Wednesday, January 29, 2014

The Sky at Night ~ Bases on the Moon (1963)

Today on Far Future Horizons we present an episode of the late Patrick Moore’s highly acclaimed television series The Sky at Night from 1963 featuring the late Arthur C. Clarke titled Bases on the Moon.

Many of the early Sky at Night programmes were destroyed or lost from the BBC library. Recently this early and very rare programme from 1963 with Arthur C Clarke, was discovered in an African TV station. Patrick and Arthur were both members of the British Interplanetary Society and here they discuss bases on the Moon and Mars. Arthur C Clarke made very few interviews, so this really is a broadcasting gem- once lost, but now found.

A Montage of illustrations by R.A. Smith of the British Interplanetary Society

The episode, about lunar exploration, starts off with an illustration of a lunar base concept, dominated by a large silvery dome. “I expect that this scene looks rather strange to you,” the show’s host, Patrick Moore, says in a voiceover. “Even though it may look like something out of science fiction, it is something that will probably be set up before the end of this century.”

After discussing some of the issues associated with lunar exploration, including the debate about whether spacecraft attempting to land on the Moon would sink into deep banks of lunar dust, Moore then introduces Clarke, who first reviews his concept of geosynchronous communications satellite. (He notes that the first such satellite, Syncom, had been launched by NASA “just a few weeks ago”; the date of the program isn’t given, but Syncom 2—Syncom 1 failed before reaching geosynchronous orbit—was launched on July 26, 1963.) Such satellites, he said, “are probably the key to the future of world communications,” an assessment that may today be overstating its impact, if only moderately, given the major role played by terrestrial alternatives like fiber optic links and wireless systems.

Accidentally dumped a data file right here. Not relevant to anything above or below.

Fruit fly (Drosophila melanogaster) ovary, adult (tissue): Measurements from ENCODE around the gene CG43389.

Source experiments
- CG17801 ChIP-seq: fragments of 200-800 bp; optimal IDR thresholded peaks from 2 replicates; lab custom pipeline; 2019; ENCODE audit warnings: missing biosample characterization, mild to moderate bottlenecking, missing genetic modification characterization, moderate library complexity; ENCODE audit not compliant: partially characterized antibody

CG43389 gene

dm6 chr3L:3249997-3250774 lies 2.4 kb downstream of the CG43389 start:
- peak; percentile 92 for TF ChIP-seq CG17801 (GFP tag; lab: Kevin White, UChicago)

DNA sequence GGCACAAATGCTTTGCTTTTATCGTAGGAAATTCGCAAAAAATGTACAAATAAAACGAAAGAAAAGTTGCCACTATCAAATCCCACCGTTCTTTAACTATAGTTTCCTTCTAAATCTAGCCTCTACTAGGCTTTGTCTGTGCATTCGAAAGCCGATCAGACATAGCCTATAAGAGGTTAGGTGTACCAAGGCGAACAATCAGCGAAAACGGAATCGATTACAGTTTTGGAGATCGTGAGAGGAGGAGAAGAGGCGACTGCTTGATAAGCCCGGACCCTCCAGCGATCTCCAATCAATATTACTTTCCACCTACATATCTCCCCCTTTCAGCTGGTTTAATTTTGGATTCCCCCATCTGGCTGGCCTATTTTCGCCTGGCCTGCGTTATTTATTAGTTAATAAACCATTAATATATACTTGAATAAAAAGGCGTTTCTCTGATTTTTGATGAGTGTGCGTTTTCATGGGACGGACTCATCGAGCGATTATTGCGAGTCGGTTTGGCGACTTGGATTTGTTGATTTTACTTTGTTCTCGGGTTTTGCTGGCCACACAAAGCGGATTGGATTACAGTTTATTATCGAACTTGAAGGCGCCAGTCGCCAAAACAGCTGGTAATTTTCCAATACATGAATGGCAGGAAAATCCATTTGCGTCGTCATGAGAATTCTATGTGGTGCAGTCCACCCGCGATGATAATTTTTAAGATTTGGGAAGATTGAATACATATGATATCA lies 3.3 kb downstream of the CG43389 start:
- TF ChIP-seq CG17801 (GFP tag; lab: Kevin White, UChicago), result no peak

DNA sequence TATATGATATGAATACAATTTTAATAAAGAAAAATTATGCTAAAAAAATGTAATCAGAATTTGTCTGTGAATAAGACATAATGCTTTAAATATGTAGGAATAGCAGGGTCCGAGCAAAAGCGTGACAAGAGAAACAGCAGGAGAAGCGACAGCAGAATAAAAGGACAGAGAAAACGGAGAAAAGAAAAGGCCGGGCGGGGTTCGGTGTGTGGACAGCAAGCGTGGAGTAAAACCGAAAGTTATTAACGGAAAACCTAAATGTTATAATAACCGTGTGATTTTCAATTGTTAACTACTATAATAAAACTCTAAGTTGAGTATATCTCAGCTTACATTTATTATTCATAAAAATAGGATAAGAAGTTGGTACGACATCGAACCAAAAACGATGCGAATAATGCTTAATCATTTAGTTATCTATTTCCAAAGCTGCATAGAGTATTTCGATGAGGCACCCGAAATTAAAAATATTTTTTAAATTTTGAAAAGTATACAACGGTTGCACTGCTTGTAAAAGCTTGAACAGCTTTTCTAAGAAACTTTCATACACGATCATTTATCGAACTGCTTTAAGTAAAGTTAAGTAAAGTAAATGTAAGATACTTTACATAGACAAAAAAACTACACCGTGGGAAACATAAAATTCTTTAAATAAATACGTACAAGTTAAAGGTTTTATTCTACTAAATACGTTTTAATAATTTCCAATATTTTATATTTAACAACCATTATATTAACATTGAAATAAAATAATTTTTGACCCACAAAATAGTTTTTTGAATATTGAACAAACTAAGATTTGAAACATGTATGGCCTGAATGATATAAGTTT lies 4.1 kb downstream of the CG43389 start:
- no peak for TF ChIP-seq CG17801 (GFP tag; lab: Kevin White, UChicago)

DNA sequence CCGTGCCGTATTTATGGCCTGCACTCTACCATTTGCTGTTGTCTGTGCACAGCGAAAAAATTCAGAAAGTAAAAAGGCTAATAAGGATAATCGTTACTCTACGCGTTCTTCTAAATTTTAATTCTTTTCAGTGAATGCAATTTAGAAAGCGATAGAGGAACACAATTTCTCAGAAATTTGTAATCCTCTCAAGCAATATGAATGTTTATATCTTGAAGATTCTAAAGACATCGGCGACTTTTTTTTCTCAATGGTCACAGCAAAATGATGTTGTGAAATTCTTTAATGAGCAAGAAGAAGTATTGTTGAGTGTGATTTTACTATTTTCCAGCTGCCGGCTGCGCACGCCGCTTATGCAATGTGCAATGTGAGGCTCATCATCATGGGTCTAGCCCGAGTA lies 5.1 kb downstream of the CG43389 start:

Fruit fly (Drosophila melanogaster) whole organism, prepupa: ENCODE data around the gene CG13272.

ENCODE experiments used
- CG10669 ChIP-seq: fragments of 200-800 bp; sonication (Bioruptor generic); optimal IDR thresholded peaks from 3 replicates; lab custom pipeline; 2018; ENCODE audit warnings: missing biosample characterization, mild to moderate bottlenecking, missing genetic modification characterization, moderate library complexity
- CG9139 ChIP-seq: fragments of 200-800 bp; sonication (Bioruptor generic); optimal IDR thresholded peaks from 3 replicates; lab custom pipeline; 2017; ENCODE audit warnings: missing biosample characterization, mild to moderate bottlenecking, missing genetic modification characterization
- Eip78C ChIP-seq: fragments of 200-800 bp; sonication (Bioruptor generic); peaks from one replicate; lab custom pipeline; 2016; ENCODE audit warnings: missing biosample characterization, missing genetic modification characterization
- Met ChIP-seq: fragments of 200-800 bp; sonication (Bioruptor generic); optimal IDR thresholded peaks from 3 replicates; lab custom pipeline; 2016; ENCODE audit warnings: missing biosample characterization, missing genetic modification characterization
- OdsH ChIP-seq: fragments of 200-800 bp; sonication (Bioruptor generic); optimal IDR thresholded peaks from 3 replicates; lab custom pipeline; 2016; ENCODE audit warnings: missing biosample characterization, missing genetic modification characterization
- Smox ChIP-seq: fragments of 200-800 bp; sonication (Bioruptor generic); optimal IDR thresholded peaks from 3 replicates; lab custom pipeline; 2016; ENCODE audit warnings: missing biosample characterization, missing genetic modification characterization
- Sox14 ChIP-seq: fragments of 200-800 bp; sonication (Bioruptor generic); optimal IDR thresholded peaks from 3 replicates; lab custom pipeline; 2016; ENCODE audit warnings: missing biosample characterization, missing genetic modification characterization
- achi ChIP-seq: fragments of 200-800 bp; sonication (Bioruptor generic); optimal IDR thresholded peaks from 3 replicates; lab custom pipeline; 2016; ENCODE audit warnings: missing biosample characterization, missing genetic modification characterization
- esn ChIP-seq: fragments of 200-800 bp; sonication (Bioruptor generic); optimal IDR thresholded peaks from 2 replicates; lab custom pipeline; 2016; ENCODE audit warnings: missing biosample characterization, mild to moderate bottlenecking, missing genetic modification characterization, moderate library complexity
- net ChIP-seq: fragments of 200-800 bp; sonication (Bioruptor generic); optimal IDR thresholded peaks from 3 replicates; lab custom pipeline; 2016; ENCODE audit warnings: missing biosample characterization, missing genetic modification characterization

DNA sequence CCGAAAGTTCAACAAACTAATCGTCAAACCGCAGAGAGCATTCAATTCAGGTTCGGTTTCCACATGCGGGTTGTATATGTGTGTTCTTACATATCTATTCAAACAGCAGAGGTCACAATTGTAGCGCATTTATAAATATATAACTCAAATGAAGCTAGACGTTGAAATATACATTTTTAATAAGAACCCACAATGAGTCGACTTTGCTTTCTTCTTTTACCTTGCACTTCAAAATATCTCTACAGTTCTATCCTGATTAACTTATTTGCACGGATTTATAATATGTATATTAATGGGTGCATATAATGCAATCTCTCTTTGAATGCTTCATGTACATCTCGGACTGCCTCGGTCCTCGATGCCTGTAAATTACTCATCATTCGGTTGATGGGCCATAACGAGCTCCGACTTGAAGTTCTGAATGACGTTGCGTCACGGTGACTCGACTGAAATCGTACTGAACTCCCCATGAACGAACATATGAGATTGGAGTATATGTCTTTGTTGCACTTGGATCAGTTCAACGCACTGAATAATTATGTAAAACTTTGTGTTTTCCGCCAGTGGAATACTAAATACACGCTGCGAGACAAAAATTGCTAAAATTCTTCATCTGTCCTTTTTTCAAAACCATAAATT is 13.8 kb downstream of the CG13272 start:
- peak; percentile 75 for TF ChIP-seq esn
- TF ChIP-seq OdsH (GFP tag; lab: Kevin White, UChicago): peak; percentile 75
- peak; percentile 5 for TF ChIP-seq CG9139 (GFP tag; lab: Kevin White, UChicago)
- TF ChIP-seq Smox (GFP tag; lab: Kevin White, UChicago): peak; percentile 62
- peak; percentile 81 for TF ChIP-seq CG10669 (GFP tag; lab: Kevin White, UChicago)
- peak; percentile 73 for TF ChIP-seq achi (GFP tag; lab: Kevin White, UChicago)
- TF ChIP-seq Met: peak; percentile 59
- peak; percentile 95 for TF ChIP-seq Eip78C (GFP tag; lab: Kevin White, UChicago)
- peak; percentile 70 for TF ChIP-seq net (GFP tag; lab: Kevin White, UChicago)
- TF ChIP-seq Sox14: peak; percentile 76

Arthur C. Clarke’s original diagram for his concept of a three-satellite orbiting system for relaying radio signals around the Earth.

R.A. Smith Lunar Lander

Clarke then launches into a discussion of human lunar exploration, noting the similarities to design studies of lunar landers and bases done by the British Interplanetary Society (BIS) in the 1940s and 1950s with contemporary efforts by NASA (although the BIS’s lander appears considerably larger than what NASA’s Lunar Module turned out to be). 

R.A. Smith's Lunar Base

Later, he showed illustrations of a Mars base that, like the lunar base, were dominated by giant domes. “It’s a good deal further away in time,” Clarke said of the Mars base, “but it undoubtedly will come.”

R.A. Smith's Mars Base

The Sky at Night ~ Bases on the Moon (1963)
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